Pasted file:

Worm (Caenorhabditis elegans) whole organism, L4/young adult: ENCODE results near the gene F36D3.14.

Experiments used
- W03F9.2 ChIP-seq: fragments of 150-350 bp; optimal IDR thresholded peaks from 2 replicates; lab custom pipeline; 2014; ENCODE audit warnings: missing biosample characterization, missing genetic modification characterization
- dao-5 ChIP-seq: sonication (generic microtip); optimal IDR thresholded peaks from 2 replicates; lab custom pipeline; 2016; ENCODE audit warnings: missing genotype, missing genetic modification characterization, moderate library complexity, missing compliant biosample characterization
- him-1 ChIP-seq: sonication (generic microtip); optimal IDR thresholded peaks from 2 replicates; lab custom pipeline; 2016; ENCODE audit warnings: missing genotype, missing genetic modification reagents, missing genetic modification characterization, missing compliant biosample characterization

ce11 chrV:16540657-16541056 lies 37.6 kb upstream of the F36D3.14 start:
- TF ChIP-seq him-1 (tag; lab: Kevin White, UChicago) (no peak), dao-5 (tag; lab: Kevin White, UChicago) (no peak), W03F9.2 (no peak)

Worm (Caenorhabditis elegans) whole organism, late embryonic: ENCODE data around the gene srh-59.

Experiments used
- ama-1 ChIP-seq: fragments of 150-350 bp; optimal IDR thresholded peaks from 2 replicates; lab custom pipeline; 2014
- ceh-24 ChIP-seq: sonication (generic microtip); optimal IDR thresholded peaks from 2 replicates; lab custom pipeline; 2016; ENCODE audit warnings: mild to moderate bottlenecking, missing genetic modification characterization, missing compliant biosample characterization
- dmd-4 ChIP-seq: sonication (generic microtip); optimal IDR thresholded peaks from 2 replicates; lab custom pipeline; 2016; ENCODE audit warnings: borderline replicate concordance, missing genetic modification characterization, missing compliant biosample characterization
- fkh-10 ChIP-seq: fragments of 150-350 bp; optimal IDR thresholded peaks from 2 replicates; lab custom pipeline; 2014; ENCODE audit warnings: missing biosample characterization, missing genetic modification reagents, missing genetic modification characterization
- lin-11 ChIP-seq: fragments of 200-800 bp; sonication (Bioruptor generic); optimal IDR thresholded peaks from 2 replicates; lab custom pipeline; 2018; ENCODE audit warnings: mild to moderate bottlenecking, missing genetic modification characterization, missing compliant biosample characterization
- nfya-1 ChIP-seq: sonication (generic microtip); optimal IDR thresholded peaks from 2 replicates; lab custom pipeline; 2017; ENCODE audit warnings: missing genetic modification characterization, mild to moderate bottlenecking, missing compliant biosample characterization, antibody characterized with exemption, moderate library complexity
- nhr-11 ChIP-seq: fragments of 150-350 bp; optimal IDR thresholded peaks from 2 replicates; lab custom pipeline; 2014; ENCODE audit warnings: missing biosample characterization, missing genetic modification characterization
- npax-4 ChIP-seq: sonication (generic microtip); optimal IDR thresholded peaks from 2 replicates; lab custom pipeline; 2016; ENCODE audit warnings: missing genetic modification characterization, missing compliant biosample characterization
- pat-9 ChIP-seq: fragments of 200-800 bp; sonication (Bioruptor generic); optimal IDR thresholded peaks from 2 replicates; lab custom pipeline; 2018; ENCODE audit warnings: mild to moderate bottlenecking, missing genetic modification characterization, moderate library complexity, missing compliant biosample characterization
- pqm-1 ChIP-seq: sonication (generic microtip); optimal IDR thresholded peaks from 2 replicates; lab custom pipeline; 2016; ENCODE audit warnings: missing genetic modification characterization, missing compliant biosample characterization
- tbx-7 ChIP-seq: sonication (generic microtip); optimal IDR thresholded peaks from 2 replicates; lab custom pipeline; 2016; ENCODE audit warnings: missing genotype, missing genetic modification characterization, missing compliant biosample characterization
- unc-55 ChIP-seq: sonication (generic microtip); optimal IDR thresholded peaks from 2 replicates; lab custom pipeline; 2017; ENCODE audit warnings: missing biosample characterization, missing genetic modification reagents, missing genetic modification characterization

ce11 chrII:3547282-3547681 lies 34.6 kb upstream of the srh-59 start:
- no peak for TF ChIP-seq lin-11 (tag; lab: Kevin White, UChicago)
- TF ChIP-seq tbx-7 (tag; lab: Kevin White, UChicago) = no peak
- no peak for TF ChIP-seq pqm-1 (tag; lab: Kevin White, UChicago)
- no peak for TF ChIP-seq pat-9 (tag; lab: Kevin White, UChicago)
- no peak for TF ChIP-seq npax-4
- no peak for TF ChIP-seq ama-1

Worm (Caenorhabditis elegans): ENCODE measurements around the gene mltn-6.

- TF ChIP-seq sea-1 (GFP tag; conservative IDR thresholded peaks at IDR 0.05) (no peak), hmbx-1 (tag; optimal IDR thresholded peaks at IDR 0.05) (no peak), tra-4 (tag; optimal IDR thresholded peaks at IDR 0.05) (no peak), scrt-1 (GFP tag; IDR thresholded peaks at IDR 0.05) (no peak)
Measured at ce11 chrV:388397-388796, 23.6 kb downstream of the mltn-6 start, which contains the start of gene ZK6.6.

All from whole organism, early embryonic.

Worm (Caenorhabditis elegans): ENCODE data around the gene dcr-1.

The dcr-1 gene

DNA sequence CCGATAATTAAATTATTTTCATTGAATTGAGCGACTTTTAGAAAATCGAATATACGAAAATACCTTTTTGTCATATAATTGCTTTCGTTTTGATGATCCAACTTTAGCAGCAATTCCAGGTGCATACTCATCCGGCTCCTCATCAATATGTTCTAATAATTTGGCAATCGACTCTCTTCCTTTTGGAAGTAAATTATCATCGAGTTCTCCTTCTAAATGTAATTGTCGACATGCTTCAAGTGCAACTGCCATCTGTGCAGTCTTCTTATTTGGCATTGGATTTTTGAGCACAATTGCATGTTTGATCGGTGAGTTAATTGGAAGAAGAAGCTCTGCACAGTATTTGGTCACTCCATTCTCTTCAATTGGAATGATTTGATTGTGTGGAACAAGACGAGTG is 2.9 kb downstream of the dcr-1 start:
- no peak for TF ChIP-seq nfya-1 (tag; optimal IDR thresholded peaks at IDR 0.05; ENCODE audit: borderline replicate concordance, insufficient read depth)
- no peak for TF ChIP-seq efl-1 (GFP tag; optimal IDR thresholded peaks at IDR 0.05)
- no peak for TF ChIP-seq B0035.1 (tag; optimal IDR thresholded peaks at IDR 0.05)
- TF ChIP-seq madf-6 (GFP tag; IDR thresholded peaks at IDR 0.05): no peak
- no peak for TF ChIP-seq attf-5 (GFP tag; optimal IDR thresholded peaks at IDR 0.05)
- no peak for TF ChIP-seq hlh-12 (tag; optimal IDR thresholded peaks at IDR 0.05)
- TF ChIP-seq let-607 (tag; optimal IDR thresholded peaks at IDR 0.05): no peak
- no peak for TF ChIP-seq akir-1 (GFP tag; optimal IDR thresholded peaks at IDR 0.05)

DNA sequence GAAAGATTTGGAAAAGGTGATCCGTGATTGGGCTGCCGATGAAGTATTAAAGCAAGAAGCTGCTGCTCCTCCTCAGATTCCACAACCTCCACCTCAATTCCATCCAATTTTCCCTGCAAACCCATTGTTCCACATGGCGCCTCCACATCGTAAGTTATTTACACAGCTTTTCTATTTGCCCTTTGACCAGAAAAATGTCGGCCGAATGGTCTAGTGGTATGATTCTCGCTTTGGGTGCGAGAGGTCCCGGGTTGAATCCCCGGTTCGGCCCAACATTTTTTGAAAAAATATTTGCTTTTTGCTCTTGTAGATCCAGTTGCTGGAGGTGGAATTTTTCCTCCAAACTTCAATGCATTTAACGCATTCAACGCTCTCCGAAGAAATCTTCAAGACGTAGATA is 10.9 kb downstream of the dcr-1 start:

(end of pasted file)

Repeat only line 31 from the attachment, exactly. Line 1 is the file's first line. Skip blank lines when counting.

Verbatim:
Measured at ce11 chrV:388397-388796, 23.6 kb downstream of the mltn-6 start, which contains the start of gene ZK6.6.